Instead of burning (combustion of) coal, nuclear power plants use the process of
The most commonly used nuclear fuel is
, a radioactive element that is mined from the earth.
Nuclear Power Plant Process:
is packed into
that are placed in the
, along with a
that is used to slow down neutrons that are released during nuclear fission.
are interspersed with fuel rods to
the rate of fission and the amount of energy produced.
3. After the used fuel rods are removed they are
in water filled tanks.
*There is no long term disposal site presently available for spent fuel rods and other waste (high level radioactive waste)
A proposal to open the first high-level radioactive waste repository in the world at
Yucca Mountain, Nevada
has been delayed due to safety and security concerns. President Obama does NOT want to use Yucca Mountain for nuclear energy waste storage.
Environmental Costs of Nuclear Energy:
1. waste, runoff, air pollution, and land damage that result from the mining, processing, and transportation of
2. ecological damage due to
of radioactive materials
in bodies of water used as coolant for nuclear power plants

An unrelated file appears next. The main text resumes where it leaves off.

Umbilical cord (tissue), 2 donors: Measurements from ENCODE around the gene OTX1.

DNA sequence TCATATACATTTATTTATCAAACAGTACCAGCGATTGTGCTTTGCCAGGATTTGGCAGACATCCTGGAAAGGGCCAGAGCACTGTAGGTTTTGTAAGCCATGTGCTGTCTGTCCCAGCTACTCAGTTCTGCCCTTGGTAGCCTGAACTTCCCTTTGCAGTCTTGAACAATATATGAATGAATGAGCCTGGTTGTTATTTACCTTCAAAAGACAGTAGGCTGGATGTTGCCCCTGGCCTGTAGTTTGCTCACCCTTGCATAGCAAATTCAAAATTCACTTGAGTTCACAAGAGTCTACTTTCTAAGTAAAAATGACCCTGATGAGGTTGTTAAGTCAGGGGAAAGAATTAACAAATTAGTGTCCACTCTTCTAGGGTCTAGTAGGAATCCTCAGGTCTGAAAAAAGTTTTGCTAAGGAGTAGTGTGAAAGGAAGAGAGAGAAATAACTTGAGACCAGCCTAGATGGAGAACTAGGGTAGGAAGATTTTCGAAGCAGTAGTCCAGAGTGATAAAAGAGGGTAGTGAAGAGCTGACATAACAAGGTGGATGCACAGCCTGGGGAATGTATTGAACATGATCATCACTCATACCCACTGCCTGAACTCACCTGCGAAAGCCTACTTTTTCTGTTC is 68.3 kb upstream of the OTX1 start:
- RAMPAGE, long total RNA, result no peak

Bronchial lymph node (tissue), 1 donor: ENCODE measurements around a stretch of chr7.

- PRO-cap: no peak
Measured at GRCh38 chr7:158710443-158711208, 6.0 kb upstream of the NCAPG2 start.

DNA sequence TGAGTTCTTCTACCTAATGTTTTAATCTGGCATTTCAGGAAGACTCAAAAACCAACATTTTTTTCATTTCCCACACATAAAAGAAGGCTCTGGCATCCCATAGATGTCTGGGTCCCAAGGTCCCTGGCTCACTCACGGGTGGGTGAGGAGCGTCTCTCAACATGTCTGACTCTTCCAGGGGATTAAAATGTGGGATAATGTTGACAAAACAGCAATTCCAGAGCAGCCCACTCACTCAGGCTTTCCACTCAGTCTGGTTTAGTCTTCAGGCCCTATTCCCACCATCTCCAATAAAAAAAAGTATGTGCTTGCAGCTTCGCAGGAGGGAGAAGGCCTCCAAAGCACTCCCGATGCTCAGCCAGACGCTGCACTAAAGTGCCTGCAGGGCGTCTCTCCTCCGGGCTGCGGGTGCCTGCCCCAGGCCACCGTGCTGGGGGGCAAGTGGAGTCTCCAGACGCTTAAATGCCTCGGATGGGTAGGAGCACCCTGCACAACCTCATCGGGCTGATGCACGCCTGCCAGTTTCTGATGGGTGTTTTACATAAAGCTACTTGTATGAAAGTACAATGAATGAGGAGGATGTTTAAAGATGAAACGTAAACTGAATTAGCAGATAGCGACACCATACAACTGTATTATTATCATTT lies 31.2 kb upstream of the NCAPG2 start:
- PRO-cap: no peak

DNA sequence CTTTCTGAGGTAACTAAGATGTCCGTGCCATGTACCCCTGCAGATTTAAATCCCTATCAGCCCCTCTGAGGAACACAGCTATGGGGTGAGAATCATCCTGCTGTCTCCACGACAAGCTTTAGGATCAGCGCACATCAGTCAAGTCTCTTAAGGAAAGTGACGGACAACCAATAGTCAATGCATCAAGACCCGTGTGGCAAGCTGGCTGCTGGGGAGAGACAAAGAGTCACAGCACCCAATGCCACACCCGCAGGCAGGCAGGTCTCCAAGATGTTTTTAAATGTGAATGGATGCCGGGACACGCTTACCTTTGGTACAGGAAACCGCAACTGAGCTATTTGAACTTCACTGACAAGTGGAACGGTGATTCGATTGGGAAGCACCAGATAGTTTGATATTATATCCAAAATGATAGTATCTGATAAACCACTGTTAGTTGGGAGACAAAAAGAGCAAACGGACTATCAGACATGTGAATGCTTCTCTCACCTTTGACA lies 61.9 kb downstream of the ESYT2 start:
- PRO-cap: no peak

4. lack of long term
of nuclear waste
5. concerns over how to
old nuclear power plants
6. fear of
near nuclear power plants
Take a sheet of paper and make 3 sections and label each as:
1. Three Mile Island 2. Chernobyl 3. Japan Nuclear Disaster
Questions you will answer will be:
-when and where did it take place
-what caused the disaster
-name several impacts of the disaster
-makes use of potential energy of water stored in an elevated reservoir
from the reservoir is made to flow through
that are connected to
to produce electricity! Sound familiar?!
About 25% of the world's energy comes from hydropower!
1. Reliable Energy Production
2. No CO2 or greenhouse gas emissions
1. flooding of habitats upstream from the dam
2. fragmentation of the river ecosystem preventing migration of salmon, river dolphins, etc.
3. fragmentation also blocks the movement of sediments downstream resulting in a build up of sediments at the dam (aka silting)
1. displacement of human communities in flooded area
2. Potential increase of water-borne infectious diseases
Solar energy isn't a new idea- for thousands of years, people have oriented homes to make use of the sun's energy.
2 Types of Solar Energy
Passive Solar Energy
makes direct use of sunlight to heat a building
since the path of the sun is predictable, a building can be positioned to maximize use of the sun
The use of south facing windows will allow sunlight to enter the home year-round
can block out intense summer sun and a
can block intense summer sun and allow sunlight to heat home in the winter.
Active Solar Energy
makes use of pumps to move water or a fluid like antifreeze through solar collectors, where it is heated by the sun and then pumped through the building to provide heat or hot water
Photovoltaic Cells (PV or solar cells)